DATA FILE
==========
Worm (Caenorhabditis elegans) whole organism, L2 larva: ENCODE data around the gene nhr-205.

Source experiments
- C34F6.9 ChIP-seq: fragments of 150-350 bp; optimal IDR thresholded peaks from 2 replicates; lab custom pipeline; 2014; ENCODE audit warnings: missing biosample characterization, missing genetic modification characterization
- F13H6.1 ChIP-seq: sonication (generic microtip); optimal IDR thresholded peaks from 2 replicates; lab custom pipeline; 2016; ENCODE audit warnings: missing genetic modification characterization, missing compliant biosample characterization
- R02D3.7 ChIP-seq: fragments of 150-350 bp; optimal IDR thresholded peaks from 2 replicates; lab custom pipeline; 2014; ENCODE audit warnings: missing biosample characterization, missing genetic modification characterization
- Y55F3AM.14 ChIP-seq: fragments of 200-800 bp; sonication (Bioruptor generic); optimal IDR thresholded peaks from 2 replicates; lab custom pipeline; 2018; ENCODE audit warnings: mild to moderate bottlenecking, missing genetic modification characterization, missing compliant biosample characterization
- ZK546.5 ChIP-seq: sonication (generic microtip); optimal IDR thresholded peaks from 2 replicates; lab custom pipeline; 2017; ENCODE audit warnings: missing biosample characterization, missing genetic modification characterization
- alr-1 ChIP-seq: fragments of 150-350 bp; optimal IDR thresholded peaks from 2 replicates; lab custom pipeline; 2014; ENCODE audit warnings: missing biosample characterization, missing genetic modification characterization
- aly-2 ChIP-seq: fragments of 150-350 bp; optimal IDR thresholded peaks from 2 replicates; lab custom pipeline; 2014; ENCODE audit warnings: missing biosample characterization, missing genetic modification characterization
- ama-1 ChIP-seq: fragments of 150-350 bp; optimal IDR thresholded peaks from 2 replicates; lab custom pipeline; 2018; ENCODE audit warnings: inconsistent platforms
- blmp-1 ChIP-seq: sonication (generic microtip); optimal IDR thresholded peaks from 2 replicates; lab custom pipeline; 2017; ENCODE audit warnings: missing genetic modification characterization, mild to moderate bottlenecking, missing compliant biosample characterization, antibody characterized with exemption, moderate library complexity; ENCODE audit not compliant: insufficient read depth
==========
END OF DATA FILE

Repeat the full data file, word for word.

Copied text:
Worm (Caenorhabditis elegans) whole organism, L2 larva: ENCODE data around the gene nhr-205.

Source experiments
- C34F6.9 ChIP-seq: fragments of 150-350 bp; optimal IDR thresholded peaks from 2 replicates; lab custom pipeline; 2014; ENCODE audit warnings: missing biosample characterization, missing genetic modification characterization
- F13H6.1 ChIP-seq: sonication (generic microtip); optimal IDR thresholded peaks from 2 replicates; lab custom pipeline; 2016; ENCODE audit warnings: missing genetic modification characterization, missing compliant biosample characterization
- R02D3.7 ChIP-seq: fragments of 150-350 bp; optimal IDR thresholded peaks from 2 replicates; lab custom pipeline; 2014; ENCODE audit warnings: missing biosample characterization, missing genetic modification characterization
- Y55F3AM.14 ChIP-seq: fragments of 200-800 bp; sonication (Bioruptor generic); optimal IDR thresholded peaks from 2 replicates; lab custom pipeline; 2018; ENCODE audit warnings: mild to moderate bottlenecking, missing genetic modification characterization, missing compliant biosample characterization
- ZK546.5 ChIP-seq: sonication (generic microtip); optimal IDR thresholded peaks from 2 replicates; lab custom pipeline; 2017; ENCODE audit warnings: missing biosample characterization, missing genetic modification characterization
- alr-1 ChIP-seq: fragments of 150-350 bp; optimal IDR thresholded peaks from 2 replicates; lab custom pipeline; 2014; ENCODE audit warnings: missing biosample characterization, missing genetic modification characterization
- aly-2 ChIP-seq: fragments of 150-350 bp; optimal IDR thresholded peaks from 2 replicates; lab custom pipeline; 2014; ENCODE audit warnings: missing biosample characterization, missing genetic modification characterization
- ama-1 ChIP-seq: fragments of 150-350 bp; optimal IDR thresholded peaks from 2 replicates; lab custom pipeline; 2018; ENCODE audit warnings: inconsistent platforms
- blmp-1 ChIP-seq: sonication (generic microtip); optimal IDR thresholded peaks from 2 replicates; lab custom pipeline; 2017; ENCODE audit warnings: missing genetic modification characterization, mild to moderate bottlenecking, missing compliant biosample characterization, antibody characterized with exemption, moderate library complexity; ENCODE audit not compliant: insufficient read depth